Thursday, April 22, 2010

Cruising Down the Nile...Cleopatra Style

Sitting on the side of the felucca, I let my feet drag along the clear, emerald green waters of the Nile. Looking down, seaweed and water grasses sway in the current, and little fishes dart between their foliage. After a quick swim in the waters to cool off, lunch is served. Today, it would be fresh Nile Perch, caught by Nubian fishermen barely hours ago, with a side of rice and a salad of fresh tomatoes, cucumbers and arugula. Cooked and served fresh on board, the meal is capped off with Karkady – a sweet delicious Hibiscus flower tea. With a full stomach, the gentle rocking of the felucca as it sails along makes my eyes heavy. Soon, it would be time for a nap. While I drift off to sleep with the sounds of lapping waves against the side of the felucca, I hear the attendant loading the cooler with beer and ice, ensuring that they will be perfectly chilled when I awake. Ah...even Cleopatra never had it this good!

Meeting up with Dairn and Yolanda (Yodi), the Canadians I met in Siwa, and joined by Christa, Yodi's sister, we arranged for a private cruise down the Nile from Aswan to Edfu on a felucca, a traditional wooden sail boat popular in the eastern Mediterranean region. For three days and three nights, we sailed and floated, stopping to swim in the cool, clean waters, visiting remote Nubian villages and islands and marveling at the temples of Kom Ombo and Edfu. The captain of the boat, Morad, a laid-back easy-going Nubian, owns his own felucca and would only take independent travelers on his boat, refusing to work with tour groups and Egyptian guides. Always smiling, he would constantly ask us if everything was good and break out singing the Bob Marley classic, “Everything's Gonna Be All Right" while smoking his sheesha.

All along the banks of the Nile, a lush green belt of palm, fruit trees and papyrus grasses hug the water's edge, slowly giving way to brown, barren, desert hills. Occasionally, ancient ruins would lay crumbled and abandoned along the banks, marking the spot where they have stood for thousands of years! It is not inconceivable to image Mark Anthony wooing Cleopatra with this very same view while on a romantic cruise down the Nile.

With an ungraceful belly-flop splash, we all make a running dive into the Nile from a pristine sandy beach off the Western bank. For an instant, the air is sucked out of your lungs and your skin tightens with pins and needles all over. The water is surprisingly cold, perhaps made worse when contrasted with the warm, dry breeze blowing from the North. Our daily swim in the Nile offered us a chance to wash off, and gain relief from the mid afternoon heat. Captain Morad was always ready to comply with our requests for a swim, and would anchor the felucca at some of the best swimming spots along the way. Aside from the occasional plastic bottle and trash floating by, I was pleasantly surprised at how clean and clear the water of the Nile is, with visibility of about 2 meters, it is teeming with fish and other wildlife.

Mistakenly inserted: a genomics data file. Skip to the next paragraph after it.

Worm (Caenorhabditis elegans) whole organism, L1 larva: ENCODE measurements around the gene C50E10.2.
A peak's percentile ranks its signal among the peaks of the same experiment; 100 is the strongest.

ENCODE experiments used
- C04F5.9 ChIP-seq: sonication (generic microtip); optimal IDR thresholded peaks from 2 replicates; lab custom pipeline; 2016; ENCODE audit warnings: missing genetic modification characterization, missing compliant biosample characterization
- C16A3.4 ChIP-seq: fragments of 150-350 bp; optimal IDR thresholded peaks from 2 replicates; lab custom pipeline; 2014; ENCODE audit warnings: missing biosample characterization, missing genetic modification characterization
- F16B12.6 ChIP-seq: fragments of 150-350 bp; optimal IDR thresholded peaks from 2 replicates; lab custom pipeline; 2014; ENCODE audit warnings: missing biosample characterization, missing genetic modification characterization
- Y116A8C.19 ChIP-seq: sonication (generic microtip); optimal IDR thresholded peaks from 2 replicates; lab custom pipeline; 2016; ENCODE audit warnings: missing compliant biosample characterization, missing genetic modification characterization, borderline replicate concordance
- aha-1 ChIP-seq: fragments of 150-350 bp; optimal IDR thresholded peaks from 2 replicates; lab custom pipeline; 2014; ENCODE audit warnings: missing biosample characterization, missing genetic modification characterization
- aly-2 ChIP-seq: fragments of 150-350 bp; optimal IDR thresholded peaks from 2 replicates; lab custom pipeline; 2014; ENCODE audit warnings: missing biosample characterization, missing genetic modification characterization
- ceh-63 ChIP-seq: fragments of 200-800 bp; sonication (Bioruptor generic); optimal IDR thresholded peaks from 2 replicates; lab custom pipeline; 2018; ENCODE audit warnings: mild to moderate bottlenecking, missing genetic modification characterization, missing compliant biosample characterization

Being a Nubian, Captain Morad would stop at various Nubian villages along the Nile to visit his friends. Greeting us with a welcome party of village kids chanting “Hello!...Hello!”, the friendly villages would invite us on shore for a picnic lunch of stewed fish and bread, and show us small facets of traditional Nubian life, including their baby pet crocodiles! These little farming communities grow a variety of fruit crops, from mangoes to bananas, and various vegetables – still relying on traditional farming techniques such as cow-powered water pumps and donkey-powered plows.

One of the biggest highlights of the trip was visiting the camel market in the town of Daraw. Every weekend, camels are brought in from Sudan to be sold and traded to buyers all over Egypt! Hundreds, possibly thousands of camels lie waiting in herds while their owners huddle with potential buyers, negotiating and bargaining for the best possible prices. Those animals that get sold are led off in long caravans on foot, or loaded onto trucks to be driven to their new homes (or to the slaughterhouse).

Going on a felucca cruise is without a doubt the best way to see the Nile and the communities that live along its banks. We were indeed fortunate to have found Captain Morad as other travelers we met after our cruise told us of unscrupulous feluccia captains who would quote ridiculously low prices to lure the unsuspecting budget traveler, only to nickel and dime their way through the entire cruise by providing only the most basic of necessities, and charging extra for everything else! Captain Morad however, was upfront with the costs. There was never any hidden charges and he provided us with some of the best home-cooked food at all-you-can-eat quantities. Spending three days on a felucca is definitely not for the faint-hearted. There are no facilities on-board, and do not expect to be able to take a hot shower. Using the bathroom means doing what ancient Egyptians have been doing for all eternity, and yes, mosquitoes do come out at night! But for those brave enough, they will be rewarded with relaxing days sailing on the peaceful Nile, breathtaking views with scenery unlike any other, and a glimpse into a disappearing culture and lifestyle of the ancient Nile settlers that have changed little since the Arabs invaded Egypt, ushering in an era of Islam, over a millennium ago.